By Rachel Kytonen
Every day is different for Sally Forehand. Some days she can wake up and feel great, and other days, she has very little energy.
That’s what life is like for Forehand, of Cambridge, who was diagnosed with Multiple Sclerosis during the winter of 2000, at the age of 38.
In order to make a difference in the lives of people living with MS, the community is invited to the 2nd annual Multiple Sclerosis Walk For a Cure this Sunday, May 1.
Registration takes place between 8:30 and 10:30 a.m. at the Anoka Ramsey Community College, Cambridge Campus. As soon you register you can begin your walk, choosing from a 1.5 mile walk or a 5 mile walk. Participants are encouraged to register ahead of time and raise pledges, but registration and any pledges can be brought in that same day.
Pledges raised by the Walk will be given to the MS Society who uses the funds for multiple things for people diagnosed with MS.
Snacks and drinks are provided along the way, and a gathering will be held at the end consisting of lunch, music, face painting and other fun activities.
Forehand said MS changes your entire lifestyle.
“After the diagnosis, I wasn’t able to work,” Forehand said. “I had to learn to sit around, and I would say the fatigue outnumbers anything. When I used to go grocery shopping, I would go for the whole week. Now I can only shop for a few days at time, and by the time I get home, my kids have to put the groceries away for me. I also have drop foot, where my one foot doesn’t want to pick up anymore, so I’m always worrying about tripping.”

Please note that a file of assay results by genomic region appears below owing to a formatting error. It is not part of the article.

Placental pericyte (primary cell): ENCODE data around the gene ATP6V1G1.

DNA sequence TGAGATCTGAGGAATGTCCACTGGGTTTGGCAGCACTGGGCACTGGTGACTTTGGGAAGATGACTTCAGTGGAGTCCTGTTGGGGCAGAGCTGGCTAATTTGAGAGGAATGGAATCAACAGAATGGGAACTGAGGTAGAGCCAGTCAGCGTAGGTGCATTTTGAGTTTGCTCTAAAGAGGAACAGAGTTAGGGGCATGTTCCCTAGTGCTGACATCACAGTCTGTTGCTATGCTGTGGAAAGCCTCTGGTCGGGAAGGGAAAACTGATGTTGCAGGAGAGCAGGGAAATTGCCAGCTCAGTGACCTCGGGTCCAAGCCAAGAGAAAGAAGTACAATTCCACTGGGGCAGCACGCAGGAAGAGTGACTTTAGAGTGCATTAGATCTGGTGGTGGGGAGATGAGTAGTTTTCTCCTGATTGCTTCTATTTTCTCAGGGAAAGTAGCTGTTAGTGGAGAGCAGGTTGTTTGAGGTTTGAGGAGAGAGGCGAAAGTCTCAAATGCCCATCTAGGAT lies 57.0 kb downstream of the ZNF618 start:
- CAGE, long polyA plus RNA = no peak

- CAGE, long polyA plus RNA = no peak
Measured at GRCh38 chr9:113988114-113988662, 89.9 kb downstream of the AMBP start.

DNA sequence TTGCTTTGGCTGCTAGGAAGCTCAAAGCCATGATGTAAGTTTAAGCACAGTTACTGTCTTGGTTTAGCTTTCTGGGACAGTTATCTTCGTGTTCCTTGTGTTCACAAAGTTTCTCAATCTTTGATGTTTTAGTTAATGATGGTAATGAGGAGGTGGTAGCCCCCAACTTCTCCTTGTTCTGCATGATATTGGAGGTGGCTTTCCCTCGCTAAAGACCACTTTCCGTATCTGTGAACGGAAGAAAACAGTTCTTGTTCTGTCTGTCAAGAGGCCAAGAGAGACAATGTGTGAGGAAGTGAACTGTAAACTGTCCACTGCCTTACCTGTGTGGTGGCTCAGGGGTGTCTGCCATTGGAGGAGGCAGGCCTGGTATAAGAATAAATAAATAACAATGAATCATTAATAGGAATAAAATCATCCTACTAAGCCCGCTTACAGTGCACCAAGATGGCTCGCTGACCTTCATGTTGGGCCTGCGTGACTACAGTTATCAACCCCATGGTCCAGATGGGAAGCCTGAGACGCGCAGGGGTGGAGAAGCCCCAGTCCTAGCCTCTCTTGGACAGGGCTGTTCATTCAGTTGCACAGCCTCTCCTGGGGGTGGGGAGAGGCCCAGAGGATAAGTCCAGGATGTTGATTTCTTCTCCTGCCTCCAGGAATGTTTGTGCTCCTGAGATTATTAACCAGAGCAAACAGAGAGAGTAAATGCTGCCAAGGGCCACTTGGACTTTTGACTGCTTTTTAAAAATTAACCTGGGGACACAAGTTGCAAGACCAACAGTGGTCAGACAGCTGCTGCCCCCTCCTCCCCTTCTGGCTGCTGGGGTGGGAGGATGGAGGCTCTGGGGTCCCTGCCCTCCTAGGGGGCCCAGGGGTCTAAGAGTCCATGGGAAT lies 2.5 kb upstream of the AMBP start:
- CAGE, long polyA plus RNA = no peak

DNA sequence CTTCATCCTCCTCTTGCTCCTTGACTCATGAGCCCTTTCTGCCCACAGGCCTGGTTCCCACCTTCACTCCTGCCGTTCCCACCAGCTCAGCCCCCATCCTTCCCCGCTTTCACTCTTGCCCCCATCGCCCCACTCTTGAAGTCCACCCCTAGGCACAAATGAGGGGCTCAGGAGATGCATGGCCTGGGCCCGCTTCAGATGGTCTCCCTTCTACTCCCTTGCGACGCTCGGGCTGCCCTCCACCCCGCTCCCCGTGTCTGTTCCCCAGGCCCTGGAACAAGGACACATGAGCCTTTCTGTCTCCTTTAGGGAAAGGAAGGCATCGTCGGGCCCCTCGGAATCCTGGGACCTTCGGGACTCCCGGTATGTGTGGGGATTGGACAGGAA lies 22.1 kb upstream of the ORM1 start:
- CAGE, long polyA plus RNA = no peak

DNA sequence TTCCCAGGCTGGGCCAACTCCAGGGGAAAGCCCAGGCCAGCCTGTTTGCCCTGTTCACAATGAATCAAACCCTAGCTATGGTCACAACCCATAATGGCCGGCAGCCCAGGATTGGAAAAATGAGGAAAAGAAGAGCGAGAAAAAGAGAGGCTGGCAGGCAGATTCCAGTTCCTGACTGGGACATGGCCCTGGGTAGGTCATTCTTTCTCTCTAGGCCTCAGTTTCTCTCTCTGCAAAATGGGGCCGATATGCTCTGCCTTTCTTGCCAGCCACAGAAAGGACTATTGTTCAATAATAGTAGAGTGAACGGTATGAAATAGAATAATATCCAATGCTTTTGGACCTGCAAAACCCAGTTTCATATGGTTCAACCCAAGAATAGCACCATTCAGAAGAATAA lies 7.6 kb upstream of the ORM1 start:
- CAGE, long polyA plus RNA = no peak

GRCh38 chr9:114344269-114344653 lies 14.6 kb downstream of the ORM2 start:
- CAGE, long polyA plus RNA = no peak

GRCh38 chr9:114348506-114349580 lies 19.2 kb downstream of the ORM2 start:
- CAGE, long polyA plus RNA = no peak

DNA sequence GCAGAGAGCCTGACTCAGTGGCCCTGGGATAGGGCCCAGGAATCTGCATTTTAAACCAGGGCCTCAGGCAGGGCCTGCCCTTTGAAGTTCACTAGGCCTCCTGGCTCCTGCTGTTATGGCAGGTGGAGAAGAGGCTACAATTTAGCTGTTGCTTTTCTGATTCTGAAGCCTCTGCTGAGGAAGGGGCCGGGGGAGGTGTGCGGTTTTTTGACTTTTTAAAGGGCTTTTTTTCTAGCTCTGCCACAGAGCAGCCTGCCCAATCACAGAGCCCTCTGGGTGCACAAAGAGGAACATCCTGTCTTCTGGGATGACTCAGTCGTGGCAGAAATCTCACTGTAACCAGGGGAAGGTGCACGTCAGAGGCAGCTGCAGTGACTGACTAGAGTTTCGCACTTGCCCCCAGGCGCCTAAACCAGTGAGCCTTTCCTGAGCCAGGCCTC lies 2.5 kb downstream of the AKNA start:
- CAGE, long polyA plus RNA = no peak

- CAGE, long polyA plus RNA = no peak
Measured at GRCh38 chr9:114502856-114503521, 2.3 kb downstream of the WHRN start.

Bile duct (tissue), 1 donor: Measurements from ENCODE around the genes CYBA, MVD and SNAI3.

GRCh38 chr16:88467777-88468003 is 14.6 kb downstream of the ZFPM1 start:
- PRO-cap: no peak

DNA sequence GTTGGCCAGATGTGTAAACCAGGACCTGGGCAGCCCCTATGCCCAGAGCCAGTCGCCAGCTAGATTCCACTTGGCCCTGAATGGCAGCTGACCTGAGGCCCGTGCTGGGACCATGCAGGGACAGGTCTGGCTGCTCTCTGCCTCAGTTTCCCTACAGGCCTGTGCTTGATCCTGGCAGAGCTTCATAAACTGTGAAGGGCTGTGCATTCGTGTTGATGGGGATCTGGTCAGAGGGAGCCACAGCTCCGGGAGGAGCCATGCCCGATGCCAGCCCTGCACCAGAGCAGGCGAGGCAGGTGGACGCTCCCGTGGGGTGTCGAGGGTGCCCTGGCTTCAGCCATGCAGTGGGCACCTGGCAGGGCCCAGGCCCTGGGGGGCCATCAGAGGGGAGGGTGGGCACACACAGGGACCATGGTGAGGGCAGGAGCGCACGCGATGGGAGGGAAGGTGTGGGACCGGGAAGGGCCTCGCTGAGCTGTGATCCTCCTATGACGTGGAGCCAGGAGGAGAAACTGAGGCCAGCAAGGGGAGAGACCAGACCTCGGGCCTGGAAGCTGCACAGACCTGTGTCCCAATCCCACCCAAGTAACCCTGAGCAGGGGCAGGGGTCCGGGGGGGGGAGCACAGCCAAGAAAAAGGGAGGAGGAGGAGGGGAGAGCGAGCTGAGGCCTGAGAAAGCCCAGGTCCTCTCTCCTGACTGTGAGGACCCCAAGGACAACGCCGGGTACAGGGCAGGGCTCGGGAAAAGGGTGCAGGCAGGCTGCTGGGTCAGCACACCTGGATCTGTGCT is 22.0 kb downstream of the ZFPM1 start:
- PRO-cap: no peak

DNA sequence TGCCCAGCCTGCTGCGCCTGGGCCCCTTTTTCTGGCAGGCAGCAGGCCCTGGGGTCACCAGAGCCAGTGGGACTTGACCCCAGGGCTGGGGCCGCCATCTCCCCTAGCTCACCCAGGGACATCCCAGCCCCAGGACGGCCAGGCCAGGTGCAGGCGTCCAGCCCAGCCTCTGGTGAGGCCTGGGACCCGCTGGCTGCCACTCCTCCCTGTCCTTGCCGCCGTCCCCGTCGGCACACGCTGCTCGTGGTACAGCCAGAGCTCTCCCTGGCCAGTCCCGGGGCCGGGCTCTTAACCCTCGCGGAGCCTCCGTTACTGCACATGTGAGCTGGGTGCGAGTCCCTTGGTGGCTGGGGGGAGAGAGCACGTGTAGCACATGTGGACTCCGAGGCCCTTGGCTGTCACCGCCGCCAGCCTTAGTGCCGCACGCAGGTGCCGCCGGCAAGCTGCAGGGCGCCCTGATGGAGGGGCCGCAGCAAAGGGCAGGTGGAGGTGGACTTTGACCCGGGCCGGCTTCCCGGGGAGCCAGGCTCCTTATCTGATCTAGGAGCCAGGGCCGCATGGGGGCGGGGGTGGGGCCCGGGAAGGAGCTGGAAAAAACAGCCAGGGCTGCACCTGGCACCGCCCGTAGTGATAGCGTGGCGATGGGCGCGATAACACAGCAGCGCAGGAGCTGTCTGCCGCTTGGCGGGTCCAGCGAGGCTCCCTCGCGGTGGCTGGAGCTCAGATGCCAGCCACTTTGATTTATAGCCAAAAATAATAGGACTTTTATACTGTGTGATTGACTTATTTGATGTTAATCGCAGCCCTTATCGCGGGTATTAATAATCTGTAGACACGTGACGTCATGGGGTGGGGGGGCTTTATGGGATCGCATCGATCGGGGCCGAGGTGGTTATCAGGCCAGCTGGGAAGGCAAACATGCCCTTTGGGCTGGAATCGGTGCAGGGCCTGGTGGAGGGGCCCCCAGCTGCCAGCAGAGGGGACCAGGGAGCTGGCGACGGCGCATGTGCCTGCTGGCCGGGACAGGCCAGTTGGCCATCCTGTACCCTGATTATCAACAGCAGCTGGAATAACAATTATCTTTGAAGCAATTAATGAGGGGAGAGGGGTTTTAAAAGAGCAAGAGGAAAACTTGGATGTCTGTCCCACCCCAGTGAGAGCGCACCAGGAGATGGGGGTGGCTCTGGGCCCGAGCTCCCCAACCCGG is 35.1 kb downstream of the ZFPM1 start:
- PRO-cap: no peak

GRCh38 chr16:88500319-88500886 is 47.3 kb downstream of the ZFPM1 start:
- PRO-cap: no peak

Forehand said every day is different.
“I can wake up tomorrow and have a symptom, or I can wake up and not have any symptoms at all,” Forehand said. “Sometimes the symptoms can last a day, week or month, and then disappear for a while.”
Gardening was another passion of Forehand’s that she had to give up after her diagnosis.
“I’m normally a gardener, and used to really enjoy canning and making jams and jellies,” Forehand said. “MS really put a damper on that because of the time it takes, and the concentration involved.”
Forehand said through everything though, her family has stood by her side.
“My family has been extremely supportive, and if it wasn’t for their sense of humor I think I’d be in tears most days,” Forehand said. “Every day is a challenge to make it through the day. I cry a lot because the things I used to be able to do, I can’t do now.”
Forehand said the loss of vision in her left drive has also impacted her driving, and she doesn’t drive at night now, or in the rain or snow. She also mentioned she isn’t able to watch her grandchildren as often as she used too, and misses that was well.
Forehand said most people know someone impacted by MS.
“Often times, you may not see MS on the outside, and just because you don’t see anything, doesn’t mean we’re healthy,” Forehand said. “It’s a hidden disease. And if you don’t know someone now with MS, you probably will know someone in the future. I encourage anyone to get involved with the MS Walk. It will bring you a lot of satisfaction and reward.”
Forehand said the local MS support group, which typically meets the third Thursday of the month in the Foundation Room of Cambridge Medical Center, has been a big help for her.
“There isn’t any cure for MS, but they have come up with a couple of medications to slow down the disease,” Forehand explained. “But the local MS support group can provide support for those diagnosed with MS, as well their caregivers.”
Forehand also gave a lot of credit those in the support group, and thanked them for all the hard work they have put into organizing the MS Walk.
Forehand, the local MS Coordinator, can be contacted for more information by calling 763-691-5552. Registration for the Walk can also be done by calling 1-800-582-5296 or by visiting www.walkMSminnesota.org.